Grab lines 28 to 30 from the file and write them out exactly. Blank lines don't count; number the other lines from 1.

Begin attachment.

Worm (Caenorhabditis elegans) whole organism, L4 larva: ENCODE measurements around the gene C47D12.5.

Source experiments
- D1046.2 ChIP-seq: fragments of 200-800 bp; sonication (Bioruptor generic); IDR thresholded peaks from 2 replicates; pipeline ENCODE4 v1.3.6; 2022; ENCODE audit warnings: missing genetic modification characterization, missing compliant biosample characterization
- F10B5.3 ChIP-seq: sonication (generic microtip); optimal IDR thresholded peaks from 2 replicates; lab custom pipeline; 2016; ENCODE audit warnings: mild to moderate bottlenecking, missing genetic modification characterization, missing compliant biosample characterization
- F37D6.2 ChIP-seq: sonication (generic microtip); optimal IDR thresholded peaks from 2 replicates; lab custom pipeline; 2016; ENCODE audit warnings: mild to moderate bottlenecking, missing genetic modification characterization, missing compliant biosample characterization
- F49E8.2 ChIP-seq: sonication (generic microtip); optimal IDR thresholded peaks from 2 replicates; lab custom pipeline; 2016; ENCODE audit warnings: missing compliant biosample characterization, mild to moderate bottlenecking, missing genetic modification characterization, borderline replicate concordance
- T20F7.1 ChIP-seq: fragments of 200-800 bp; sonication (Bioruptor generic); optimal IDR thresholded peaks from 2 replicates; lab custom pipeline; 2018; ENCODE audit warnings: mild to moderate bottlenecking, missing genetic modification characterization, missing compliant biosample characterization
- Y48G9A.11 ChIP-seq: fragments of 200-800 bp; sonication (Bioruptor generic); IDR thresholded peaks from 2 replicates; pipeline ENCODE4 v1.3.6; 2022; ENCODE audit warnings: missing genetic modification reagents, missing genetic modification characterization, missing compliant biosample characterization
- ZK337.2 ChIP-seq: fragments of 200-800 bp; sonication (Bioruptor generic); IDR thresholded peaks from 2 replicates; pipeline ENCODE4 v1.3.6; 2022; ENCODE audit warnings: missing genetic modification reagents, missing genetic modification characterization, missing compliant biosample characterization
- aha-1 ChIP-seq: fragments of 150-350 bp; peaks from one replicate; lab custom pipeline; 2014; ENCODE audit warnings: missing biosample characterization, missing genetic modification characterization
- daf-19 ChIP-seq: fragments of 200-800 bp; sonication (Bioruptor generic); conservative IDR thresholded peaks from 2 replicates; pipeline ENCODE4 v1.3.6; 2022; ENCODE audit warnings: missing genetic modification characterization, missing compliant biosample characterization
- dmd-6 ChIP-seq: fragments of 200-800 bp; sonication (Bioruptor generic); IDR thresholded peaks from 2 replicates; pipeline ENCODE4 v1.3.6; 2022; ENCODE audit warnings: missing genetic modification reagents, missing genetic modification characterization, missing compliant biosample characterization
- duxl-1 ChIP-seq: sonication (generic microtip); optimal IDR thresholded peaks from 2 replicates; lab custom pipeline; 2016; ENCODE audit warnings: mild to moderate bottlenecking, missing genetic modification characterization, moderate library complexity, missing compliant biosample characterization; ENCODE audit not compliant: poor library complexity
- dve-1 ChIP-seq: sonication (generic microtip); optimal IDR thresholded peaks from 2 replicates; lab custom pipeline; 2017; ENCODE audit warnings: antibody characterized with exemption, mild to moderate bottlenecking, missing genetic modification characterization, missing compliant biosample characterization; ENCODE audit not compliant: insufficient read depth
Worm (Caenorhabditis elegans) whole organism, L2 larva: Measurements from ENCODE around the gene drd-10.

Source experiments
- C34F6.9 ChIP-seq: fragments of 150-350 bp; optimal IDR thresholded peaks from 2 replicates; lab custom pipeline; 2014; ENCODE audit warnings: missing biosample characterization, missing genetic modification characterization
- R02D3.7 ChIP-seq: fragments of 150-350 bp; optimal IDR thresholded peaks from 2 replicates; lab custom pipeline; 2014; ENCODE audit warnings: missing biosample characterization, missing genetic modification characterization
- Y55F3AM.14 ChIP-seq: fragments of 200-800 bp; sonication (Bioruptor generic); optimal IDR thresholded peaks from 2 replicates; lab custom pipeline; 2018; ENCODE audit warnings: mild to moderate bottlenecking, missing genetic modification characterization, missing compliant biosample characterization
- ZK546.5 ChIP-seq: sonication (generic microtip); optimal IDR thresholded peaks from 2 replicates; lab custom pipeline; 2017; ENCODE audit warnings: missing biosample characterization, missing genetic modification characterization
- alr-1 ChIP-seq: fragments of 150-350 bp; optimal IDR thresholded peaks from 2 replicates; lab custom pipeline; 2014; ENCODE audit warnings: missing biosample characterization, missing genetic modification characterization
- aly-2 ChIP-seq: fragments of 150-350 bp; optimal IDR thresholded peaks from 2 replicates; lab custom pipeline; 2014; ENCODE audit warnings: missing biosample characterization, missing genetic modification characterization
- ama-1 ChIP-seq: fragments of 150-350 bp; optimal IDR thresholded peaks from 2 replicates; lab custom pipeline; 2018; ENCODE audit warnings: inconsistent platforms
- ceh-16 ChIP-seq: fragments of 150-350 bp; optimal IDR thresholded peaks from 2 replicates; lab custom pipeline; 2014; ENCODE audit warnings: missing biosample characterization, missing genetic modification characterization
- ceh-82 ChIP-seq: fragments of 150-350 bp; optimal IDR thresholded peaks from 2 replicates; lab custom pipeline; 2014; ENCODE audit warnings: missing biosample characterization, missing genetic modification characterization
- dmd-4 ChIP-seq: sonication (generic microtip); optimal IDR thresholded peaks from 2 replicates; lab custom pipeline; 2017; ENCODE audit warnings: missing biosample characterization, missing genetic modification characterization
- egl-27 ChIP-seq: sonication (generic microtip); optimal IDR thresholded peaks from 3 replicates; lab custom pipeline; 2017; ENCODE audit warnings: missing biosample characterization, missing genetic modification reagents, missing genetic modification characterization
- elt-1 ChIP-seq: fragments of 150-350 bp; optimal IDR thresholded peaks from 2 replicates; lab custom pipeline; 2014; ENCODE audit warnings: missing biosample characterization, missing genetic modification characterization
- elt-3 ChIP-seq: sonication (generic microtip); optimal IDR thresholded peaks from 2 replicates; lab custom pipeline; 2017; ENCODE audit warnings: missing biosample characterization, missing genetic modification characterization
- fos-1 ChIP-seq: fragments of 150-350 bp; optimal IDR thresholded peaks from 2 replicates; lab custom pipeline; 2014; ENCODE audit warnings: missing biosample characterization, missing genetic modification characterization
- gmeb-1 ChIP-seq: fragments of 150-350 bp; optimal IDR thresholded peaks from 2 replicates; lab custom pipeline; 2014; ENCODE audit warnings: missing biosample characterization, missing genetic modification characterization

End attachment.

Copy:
- elt-1 ChIP-seq: fragments of 150-350 bp; optimal IDR thresholded peaks from 2 replicates; lab custom pipeline; 2014; ENCODE audit warnings: missing biosample characterization, missing genetic modification characterization
- elt-3 ChIP-seq: sonication (generic microtip); optimal IDR thresholded peaks from 2 replicates; lab custom pipeline; 2017; ENCODE audit warnings: missing biosample characterization, missing genetic modification characterization
- fos-1 ChIP-seq: fragments of 150-350 bp; optimal IDR thresholded peaks from 2 replicates; lab custom pipeline; 2014; ENCODE audit warnings: missing biosample characterization, missing genetic modification characterization